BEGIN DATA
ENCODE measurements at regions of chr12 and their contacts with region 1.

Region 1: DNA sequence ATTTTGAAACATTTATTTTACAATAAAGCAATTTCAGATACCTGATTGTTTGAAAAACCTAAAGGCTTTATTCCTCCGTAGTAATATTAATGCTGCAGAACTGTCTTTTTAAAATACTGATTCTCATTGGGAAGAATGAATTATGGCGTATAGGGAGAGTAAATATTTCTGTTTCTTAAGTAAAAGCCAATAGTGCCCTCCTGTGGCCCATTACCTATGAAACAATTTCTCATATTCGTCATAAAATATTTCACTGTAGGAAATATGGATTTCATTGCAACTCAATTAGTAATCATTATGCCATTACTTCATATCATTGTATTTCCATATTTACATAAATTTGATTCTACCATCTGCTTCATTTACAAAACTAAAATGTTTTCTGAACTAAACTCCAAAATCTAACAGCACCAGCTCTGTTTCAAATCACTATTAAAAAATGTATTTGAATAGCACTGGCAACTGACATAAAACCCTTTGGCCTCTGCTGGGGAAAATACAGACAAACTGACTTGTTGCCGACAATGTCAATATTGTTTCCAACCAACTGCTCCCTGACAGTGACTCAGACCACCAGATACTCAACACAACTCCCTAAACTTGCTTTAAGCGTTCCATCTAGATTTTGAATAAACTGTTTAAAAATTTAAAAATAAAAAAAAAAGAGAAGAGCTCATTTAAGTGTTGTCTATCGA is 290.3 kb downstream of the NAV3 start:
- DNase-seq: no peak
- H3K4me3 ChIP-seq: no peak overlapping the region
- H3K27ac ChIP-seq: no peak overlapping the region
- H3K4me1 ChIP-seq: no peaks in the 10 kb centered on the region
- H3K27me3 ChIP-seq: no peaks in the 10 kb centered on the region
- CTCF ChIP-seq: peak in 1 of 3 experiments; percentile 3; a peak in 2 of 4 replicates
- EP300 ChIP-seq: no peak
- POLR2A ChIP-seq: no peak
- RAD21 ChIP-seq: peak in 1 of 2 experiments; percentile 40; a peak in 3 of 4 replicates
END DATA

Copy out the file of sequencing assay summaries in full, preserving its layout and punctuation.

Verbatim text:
ENCODE measurements at regions of chr12 and their contacts with region 1.

Region 1: DNA sequence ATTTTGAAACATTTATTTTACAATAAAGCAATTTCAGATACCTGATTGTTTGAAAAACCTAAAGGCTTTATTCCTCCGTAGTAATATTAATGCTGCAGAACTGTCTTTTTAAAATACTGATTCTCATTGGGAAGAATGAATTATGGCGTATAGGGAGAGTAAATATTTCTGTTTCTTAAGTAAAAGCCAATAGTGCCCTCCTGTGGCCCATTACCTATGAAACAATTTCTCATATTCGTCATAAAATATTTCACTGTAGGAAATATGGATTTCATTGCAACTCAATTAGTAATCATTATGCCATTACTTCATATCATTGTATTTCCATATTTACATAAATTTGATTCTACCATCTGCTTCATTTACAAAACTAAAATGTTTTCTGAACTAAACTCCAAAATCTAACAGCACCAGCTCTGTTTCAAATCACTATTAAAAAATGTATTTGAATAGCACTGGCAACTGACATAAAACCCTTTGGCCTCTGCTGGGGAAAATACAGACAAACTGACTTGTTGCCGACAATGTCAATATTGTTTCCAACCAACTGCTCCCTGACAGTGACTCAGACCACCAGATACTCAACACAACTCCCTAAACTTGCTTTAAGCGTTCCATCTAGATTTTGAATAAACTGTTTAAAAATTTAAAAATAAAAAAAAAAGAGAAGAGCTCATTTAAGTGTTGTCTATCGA is 290.3 kb downstream of the NAV3 start:
- DNase-seq: no peak
- H3K4me3 ChIP-seq: no peak overlapping the region
- H3K27ac ChIP-seq: no peak overlapping the region
- H3K4me1 ChIP-seq: no peaks in the 10 kb centered on the region
- H3K27me3 ChIP-seq: no peaks in the 10 kb centered on the region
- CTCF ChIP-seq: peak in 1 of 3 experiments; percentile 3; a peak in 2 of 4 replicates
- EP300 ChIP-seq: no peak
- POLR2A ChIP-seq: no peak
- RAD21 ChIP-seq: peak in 1 of 2 experiments; percentile 40; a peak in 3 of 4 replicates